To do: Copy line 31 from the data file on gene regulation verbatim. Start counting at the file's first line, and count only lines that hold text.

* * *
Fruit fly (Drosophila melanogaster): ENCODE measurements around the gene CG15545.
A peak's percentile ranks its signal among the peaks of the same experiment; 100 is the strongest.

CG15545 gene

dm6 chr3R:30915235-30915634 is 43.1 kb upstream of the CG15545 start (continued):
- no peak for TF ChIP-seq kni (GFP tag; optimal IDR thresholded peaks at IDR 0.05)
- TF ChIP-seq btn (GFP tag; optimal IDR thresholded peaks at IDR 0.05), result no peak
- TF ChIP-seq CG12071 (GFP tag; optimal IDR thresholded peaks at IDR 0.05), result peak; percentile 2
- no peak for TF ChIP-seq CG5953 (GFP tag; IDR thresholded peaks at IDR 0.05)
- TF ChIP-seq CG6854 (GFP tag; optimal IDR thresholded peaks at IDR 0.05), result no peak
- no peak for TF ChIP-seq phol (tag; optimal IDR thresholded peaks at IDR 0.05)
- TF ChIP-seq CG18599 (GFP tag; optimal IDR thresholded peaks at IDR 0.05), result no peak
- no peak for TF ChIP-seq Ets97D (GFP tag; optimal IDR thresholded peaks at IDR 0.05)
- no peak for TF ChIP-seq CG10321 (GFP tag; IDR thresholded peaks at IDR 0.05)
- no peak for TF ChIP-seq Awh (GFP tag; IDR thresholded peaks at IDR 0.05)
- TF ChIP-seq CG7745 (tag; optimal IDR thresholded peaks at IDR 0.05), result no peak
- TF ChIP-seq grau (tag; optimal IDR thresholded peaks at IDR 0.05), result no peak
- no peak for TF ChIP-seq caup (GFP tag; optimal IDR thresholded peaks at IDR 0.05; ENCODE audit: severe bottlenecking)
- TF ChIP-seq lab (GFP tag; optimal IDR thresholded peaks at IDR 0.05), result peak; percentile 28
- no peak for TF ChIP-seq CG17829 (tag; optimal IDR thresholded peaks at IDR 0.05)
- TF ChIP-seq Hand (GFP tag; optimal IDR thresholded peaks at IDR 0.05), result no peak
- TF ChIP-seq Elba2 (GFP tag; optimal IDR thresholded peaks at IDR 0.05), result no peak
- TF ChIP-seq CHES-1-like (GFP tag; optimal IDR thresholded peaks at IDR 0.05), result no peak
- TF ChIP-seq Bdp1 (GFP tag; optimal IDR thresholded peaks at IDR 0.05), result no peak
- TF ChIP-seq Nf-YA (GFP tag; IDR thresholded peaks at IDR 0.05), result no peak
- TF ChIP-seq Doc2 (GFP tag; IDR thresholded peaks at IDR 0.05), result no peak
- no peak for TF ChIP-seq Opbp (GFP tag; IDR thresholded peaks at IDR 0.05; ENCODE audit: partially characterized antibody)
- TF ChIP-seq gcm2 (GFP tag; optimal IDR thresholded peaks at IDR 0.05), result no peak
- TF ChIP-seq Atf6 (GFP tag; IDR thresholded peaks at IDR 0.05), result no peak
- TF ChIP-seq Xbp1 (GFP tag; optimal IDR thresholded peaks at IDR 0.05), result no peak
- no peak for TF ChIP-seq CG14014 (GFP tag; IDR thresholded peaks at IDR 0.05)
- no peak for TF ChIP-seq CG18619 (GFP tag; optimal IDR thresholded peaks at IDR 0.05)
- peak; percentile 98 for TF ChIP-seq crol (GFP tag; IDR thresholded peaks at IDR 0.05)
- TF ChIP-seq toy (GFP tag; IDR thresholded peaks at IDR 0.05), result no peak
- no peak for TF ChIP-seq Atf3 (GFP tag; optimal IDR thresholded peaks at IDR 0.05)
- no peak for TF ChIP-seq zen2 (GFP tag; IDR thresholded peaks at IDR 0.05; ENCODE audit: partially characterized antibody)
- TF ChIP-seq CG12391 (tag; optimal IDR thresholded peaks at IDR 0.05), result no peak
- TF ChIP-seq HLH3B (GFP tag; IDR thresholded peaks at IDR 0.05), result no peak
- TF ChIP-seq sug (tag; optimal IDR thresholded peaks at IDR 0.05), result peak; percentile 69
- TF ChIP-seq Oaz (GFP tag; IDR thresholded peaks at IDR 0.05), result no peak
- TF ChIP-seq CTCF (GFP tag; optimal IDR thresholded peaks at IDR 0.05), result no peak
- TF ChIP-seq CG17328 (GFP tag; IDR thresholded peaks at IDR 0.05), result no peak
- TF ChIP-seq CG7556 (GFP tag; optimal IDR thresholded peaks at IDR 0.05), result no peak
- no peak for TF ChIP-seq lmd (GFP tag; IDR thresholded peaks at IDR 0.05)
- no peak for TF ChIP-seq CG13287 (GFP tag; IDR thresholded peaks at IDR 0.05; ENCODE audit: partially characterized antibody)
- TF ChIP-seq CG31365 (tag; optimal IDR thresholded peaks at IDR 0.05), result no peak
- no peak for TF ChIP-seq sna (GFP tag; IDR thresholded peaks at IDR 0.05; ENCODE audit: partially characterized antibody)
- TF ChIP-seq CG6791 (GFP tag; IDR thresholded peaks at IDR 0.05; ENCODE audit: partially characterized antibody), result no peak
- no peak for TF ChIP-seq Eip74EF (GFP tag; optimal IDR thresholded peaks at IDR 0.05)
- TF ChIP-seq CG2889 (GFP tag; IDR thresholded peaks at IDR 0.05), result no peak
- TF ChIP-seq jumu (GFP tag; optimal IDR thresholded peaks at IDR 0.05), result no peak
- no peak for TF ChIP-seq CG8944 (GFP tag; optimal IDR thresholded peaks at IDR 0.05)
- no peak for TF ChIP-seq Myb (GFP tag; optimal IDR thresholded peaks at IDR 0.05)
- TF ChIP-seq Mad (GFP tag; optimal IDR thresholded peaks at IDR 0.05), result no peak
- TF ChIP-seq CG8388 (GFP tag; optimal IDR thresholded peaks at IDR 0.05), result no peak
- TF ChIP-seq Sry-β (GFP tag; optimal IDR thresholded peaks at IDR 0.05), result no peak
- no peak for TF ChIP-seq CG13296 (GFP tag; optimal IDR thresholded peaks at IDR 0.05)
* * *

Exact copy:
- no peak for TF ChIP-seq CG18619 (GFP tag; optimal IDR thresholded peaks at IDR 0.05)